Blac Chyna has finished her court-ordered parenting class as part of her ongoing custody battle with ex-fiancé Tyga.
According to court documents obtained by Page Six on Wednesday morning (Nov. 8), the "Rob & Chyna" alum completed the online course "Our Children First" on Nov. 1.
According to the program description, parents are legally obligated to attend a mediation orientation/parent education program (Our Children First) and a mediation session before appearing at a Request for Order or trial regarding the custody and/or visitation of their children. Both parties in custody battles must complete the 60-minute mediation program before going to court.
The co-parents met on the set of his music video "Rack City" in 2011 and dated for three years. They had their son, King Cairo Stevenson, on Oct. 16, 2012. The couple broke up two years later.
Blac Chyna, whose legal name is Angela White, filed for child support and paternity in July 2022. In the filing, White requested joint custody and child support for their son. She asked the court to do what is in the best interest of the child.
As for her child support payment demands, the model stated in the filing, "The court may make orders for support of the children and issue an earnings assignment without further notice to either party."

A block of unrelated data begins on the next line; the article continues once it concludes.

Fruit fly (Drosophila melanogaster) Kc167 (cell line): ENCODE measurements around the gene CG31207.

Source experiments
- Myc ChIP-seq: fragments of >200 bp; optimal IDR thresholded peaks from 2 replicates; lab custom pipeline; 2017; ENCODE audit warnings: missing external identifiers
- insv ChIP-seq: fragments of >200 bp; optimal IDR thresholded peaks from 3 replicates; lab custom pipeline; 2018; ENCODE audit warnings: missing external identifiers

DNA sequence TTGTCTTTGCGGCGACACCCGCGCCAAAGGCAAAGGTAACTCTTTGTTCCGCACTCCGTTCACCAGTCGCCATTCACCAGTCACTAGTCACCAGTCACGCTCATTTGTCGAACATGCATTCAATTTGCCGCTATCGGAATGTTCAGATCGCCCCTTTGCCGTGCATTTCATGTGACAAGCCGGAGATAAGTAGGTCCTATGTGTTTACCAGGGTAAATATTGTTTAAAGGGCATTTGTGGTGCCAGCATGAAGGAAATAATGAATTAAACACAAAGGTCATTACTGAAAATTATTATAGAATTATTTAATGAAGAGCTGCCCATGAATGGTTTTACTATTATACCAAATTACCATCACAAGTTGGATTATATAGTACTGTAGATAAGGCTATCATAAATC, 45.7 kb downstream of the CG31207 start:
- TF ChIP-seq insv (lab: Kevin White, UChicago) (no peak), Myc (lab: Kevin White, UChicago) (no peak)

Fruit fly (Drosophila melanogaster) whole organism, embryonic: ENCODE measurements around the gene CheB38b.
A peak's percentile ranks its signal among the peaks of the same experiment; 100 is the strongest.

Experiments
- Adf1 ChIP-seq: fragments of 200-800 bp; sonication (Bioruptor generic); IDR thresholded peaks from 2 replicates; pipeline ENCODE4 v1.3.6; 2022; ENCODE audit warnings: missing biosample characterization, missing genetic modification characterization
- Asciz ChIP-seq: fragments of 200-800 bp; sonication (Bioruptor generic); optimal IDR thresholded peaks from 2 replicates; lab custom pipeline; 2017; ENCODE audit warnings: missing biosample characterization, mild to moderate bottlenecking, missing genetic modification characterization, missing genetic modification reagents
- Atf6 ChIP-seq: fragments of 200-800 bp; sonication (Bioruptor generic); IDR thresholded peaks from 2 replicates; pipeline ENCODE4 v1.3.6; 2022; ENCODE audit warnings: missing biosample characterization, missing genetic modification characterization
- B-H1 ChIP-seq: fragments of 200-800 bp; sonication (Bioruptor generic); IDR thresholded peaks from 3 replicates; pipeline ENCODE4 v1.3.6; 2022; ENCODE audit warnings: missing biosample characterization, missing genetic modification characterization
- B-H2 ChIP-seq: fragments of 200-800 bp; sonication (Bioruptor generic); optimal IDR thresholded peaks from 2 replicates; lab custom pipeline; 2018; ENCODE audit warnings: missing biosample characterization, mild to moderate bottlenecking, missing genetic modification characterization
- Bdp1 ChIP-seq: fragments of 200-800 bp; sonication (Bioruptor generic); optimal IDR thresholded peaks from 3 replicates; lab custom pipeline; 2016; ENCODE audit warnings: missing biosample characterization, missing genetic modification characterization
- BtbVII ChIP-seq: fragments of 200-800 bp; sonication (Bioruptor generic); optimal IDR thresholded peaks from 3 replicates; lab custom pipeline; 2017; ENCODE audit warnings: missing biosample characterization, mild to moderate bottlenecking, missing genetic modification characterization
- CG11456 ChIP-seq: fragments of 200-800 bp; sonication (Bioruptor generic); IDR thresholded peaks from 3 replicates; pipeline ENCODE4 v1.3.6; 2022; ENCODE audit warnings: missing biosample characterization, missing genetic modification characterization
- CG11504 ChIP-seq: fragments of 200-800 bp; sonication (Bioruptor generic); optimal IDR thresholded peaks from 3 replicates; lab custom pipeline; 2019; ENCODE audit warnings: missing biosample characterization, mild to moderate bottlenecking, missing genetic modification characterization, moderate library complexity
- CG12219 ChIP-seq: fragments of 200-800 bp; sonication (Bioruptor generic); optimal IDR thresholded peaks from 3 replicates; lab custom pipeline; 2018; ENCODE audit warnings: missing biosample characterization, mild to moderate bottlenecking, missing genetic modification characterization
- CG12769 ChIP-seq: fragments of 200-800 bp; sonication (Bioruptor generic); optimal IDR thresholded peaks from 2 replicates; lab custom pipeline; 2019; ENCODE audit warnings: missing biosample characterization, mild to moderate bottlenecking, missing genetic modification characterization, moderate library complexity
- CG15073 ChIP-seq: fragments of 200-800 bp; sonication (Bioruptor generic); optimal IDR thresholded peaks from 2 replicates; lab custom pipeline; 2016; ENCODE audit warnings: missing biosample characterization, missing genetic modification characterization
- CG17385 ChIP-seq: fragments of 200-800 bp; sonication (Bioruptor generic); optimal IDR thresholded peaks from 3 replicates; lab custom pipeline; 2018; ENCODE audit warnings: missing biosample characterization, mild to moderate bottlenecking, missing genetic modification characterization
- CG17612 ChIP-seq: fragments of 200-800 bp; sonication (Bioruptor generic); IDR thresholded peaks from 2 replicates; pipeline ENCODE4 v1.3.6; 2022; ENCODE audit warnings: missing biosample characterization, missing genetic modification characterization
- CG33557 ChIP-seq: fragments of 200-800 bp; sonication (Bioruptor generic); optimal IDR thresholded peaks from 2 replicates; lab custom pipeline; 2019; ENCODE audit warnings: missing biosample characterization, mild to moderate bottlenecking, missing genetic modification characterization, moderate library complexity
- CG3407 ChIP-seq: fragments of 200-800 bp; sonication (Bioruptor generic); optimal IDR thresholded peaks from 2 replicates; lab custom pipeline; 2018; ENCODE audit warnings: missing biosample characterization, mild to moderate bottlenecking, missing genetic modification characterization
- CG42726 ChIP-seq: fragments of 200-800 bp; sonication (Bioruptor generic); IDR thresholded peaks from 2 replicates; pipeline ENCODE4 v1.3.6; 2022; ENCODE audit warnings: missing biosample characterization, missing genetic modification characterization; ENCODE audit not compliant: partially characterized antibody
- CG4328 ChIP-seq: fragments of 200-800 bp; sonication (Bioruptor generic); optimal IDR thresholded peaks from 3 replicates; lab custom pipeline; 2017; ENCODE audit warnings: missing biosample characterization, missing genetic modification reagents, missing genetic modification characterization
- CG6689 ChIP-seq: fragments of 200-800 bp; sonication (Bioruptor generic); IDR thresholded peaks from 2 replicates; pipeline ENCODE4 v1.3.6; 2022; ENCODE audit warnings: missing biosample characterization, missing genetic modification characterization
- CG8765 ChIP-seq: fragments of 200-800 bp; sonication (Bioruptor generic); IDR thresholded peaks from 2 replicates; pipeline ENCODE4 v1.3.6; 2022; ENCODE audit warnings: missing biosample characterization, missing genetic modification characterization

The rapper responded by criticizing her for starting a legal battle after 10 years and telling her to "stick to your schedule." A month after White filed for joint custody, Tyga filed a response requesting sole custody of 10-year-old King. The rapper, whose real name is Michael Ray Stevenson, wants White to have "reasonable visitation rights" rather than joint custody.
The star of "Special Forces" disclosed in court documents filed in the fall that she started selling her possessions to "make ends meet" following a significant decline in her business sales.
White, who deactivated her OnlyFans in March, said her debts were increasing due to the legal dispute with her ex-partner. In an effort to alleviate her financial strain, she sought a payment of $125,000 from Tyga to cover her legal and accounting expenses.